The European Union on Friday warned that a new Israeli law that allows stripping East Jerusalem Palestinians of their residency status in the city if they are involved in terrorism or treason would make the lives of Palestinians “even more precarious than it already is today.”
The Knesset on Wednesday enacted the law, which permits the interior minister to revoke the permanent residency status of East Jerusalem residents who are found to have committed actions constituting a “breach of trust” against the State of Israel.
The law applies to East Jerusalem residents with ties to terrorist groups, or who are convicted of terrorism or treason offenses, according to the definition of “breach of trust” laid out in the law. It would also likely apply to East Jerusalem Palestinians who have attacked IDF soldiers, which Israeli law defines as a terror offense.
In its statement, issued by the EU’s External Action Service, the organization emphasized it “rejects terrorism in all its forms,” and noted that “the crimes set out in this legislation are very serious.”
Even so, it added, “the new law could make the residency status of Palestinians in East Jerusalem, a protected population under international humanitarian law, even more precarious than it already is today. The new law could be used to further compromise the Palestinian presence in East Jerusalem, which would further undermine the prospects of a two-state solution.”
“In line with international law, the European Union does not recognize Israel’s sovereignty over the territories occupied by Israel since June 1967, including East Jerusalem, and does not consider them to be part of Israel’s territory, irrespective of their legal status under domestic Israeli law,” it added.
The EU further promises to “closely monitor if and how this new law is applied to Palestinians in East Jerusalem.”
The law came in the wake of a High Court of Justice ruling in September that the Interior Ministry did not have the right to revoke the permanent residency status of four Palestinian parliamentarians with ties to the Hamas terror group, which the ministry had done 10 years earlier. In its decision, the court also stalled the implementation of its ruling for six months, in order to give the Knesset the opportunity to pass legislation that might grant the ministry the authority to carry out its decision.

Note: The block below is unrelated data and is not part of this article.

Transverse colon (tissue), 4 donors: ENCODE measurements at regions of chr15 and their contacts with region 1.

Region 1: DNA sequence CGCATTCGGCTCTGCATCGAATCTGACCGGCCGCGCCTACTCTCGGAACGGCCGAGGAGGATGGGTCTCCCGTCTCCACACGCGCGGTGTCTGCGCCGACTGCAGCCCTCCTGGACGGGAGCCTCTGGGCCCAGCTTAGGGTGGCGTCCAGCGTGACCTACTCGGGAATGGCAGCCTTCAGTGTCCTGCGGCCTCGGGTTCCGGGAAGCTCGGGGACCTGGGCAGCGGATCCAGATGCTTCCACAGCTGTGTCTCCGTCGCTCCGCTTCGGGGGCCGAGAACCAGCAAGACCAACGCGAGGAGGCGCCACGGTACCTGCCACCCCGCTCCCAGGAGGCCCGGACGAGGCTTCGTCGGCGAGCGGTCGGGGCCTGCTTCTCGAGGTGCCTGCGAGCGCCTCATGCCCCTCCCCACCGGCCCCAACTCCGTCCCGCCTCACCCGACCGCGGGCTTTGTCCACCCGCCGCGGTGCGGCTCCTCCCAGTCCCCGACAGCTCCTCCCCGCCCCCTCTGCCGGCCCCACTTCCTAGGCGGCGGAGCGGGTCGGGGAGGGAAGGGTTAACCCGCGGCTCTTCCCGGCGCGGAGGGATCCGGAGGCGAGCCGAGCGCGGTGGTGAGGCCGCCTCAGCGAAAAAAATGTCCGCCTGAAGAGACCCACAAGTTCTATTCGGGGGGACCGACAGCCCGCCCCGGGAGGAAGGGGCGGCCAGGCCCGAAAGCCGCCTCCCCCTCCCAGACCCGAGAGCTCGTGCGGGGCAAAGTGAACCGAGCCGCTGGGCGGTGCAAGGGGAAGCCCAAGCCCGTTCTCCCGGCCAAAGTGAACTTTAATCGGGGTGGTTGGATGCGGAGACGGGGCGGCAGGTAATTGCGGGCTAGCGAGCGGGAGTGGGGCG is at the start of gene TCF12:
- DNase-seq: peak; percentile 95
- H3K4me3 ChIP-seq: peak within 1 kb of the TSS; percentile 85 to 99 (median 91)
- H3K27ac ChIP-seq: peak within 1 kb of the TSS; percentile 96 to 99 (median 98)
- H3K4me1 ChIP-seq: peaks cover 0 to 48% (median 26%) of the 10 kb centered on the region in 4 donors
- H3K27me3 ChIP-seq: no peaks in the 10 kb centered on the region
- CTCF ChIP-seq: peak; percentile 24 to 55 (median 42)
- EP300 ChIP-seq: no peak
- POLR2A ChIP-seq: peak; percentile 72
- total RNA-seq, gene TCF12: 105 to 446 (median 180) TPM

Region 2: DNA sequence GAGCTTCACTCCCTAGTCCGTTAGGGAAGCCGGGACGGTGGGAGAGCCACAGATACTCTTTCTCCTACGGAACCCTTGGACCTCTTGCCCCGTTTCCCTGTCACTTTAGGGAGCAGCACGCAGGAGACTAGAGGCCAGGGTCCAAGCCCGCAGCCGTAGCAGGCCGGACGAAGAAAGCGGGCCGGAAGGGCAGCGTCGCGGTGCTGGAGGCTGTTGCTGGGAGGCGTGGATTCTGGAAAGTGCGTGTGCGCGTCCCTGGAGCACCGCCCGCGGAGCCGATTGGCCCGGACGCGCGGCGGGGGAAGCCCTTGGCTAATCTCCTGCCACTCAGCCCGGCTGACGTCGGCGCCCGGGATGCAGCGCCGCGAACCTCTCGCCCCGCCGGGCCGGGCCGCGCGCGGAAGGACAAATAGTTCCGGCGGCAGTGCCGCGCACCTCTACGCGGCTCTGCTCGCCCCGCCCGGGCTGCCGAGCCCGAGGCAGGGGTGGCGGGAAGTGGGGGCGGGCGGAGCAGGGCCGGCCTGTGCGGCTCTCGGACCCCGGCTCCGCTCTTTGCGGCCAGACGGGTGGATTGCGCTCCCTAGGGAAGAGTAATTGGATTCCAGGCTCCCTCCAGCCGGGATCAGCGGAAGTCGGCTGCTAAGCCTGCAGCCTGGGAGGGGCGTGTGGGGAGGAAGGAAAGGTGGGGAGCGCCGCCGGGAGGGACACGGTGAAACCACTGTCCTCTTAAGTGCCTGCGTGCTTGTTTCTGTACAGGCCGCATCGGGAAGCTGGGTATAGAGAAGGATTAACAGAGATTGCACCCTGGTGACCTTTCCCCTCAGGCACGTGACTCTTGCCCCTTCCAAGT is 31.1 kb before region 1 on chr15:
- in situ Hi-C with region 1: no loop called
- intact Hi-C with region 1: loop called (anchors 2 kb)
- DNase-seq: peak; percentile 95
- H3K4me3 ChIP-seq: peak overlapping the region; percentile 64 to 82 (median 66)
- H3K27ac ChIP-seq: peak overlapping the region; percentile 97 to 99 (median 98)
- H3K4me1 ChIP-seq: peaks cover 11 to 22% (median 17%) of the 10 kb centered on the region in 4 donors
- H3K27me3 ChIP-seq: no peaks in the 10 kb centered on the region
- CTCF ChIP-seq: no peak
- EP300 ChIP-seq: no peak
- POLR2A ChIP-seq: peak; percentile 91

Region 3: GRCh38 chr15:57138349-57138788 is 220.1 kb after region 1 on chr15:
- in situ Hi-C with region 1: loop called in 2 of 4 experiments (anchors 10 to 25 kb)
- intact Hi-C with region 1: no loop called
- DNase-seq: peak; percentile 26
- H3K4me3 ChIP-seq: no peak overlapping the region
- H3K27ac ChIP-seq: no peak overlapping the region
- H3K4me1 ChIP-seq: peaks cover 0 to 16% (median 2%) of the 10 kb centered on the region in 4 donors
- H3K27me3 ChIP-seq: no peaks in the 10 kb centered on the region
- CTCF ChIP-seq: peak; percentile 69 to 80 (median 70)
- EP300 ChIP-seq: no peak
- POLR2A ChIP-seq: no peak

The new law appears to apply only to longstanding East Jerusalem residents, namely those who, upon their birth, had a parent with permanent residency, or residents who have held permanent residency for over 15 years. An interior minister’s decision to strip residency may be appealed, the law says.
Israel annexed what had been the Jordanian-controlled East Jerusalem and the Old City shortly after conquering the area in the 1967 Six Day War. It offered permanent residency status to the area’s inhabitants. East Jerusalem residents generally have Israeli papers that enable them to travel freely about the city and enjoy the social and welfare benefits of Israeli citizens.
The law would also apply to Golan Heights residents who hold permanent residency rather than citizenship, a category that applies to some Druze residents of the Heights who have not yet chosen to take on Israeli citizenship.
In his opening remarks upon presenting his bill, Likud MK Amir Ohana said it was meant to target Hamas members living in East Jerusalem who are eligible for Israeli welfare benefits.
In January 2017, Deri said he had ordered his office to revoke the residency of 10 relatives of a Palestinian terrorist who had killed four soldiers in a truck-ramming attack in Jerusalem. A year earlier, Deri revoked the residency rights of four Palestinians charged with taking part in deadly attacks in Jerusalem.